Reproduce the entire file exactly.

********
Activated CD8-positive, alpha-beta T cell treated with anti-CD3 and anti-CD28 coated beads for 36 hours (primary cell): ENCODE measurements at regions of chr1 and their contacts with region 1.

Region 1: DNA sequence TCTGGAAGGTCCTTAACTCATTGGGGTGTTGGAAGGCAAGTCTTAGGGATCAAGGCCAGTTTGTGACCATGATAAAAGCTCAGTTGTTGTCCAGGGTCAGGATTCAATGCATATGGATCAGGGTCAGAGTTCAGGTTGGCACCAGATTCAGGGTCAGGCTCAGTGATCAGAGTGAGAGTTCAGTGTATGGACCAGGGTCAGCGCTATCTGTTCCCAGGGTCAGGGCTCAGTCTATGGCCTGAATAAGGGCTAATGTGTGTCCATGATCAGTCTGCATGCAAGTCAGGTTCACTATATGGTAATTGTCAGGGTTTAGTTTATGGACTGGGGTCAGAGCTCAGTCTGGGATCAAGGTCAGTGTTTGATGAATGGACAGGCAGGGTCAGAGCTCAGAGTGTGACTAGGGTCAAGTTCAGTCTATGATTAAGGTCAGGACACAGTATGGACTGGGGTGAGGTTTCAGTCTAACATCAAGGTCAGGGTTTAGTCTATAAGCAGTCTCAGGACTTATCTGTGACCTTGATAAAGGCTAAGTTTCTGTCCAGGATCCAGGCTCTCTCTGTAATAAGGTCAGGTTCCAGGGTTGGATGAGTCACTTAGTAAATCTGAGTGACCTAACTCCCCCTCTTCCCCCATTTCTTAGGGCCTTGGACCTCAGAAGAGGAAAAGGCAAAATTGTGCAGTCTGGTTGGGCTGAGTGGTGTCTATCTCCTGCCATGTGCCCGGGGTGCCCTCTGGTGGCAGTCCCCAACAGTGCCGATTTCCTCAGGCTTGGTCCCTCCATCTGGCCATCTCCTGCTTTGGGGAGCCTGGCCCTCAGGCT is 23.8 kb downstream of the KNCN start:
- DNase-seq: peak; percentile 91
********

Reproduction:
Activated CD8-positive, alpha-beta T cell treated with anti-CD3 and anti-CD28 coated beads for 36 hours (primary cell): ENCODE measurements at regions of chr1 and their contacts with region 1.

Region 1: DNA sequence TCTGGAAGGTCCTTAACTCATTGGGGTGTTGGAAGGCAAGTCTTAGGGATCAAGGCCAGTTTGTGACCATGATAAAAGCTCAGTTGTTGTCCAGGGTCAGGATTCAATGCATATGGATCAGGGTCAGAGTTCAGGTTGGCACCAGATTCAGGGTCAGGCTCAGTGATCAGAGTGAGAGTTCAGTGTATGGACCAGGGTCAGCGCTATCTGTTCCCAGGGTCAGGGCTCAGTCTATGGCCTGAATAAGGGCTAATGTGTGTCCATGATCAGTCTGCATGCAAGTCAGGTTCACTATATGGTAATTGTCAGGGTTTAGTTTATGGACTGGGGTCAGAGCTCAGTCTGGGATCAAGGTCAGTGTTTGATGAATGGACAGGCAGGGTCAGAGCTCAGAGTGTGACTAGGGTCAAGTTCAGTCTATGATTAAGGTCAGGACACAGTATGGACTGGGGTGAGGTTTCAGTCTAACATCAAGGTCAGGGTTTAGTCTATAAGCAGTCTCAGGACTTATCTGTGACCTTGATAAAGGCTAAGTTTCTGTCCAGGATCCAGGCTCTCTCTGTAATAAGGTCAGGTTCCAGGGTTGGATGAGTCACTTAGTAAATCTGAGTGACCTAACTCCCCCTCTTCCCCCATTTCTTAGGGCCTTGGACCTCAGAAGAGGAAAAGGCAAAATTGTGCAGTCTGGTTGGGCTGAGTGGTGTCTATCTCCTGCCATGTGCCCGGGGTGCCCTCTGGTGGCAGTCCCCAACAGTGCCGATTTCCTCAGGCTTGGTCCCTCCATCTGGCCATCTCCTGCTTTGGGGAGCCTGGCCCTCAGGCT is 23.8 kb downstream of the KNCN start:
- DNase-seq: peak; percentile 91